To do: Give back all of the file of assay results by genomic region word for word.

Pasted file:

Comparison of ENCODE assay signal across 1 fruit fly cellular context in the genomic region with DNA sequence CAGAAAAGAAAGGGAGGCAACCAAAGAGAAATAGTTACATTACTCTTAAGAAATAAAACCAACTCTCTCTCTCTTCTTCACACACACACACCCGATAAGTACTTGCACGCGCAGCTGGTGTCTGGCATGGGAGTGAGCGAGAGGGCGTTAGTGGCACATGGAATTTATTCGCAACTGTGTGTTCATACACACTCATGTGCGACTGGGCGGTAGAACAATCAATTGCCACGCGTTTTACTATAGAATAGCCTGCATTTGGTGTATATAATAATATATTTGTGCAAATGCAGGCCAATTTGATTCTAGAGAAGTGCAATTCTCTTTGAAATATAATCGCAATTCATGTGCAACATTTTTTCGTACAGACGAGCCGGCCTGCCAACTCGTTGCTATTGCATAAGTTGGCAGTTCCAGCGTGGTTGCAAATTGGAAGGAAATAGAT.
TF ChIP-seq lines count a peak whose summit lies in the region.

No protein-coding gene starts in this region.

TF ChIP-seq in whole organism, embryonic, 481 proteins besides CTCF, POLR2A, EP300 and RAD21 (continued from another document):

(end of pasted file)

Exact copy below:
Comparison of ENCODE assay signal across 1 fruit fly cellular context in the genomic region with DNA sequence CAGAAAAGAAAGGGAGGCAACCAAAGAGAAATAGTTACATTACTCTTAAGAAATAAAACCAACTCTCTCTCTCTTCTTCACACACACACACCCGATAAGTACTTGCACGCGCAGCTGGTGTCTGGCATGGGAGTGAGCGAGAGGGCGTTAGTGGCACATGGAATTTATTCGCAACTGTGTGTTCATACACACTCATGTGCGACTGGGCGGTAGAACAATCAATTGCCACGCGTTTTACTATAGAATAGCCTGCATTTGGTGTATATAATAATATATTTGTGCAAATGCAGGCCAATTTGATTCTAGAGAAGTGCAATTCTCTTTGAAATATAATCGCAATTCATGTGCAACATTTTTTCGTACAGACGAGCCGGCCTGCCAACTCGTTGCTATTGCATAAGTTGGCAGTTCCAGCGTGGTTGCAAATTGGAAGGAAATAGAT.
TF ChIP-seq lines count a peak whose summit lies in the region.

No protein-coding gene starts in this region.

TF ChIP-seq in whole organism, embryonic, 481 proteins besides CTCF, POLR2A, EP300 and RAD21 (continued from another document):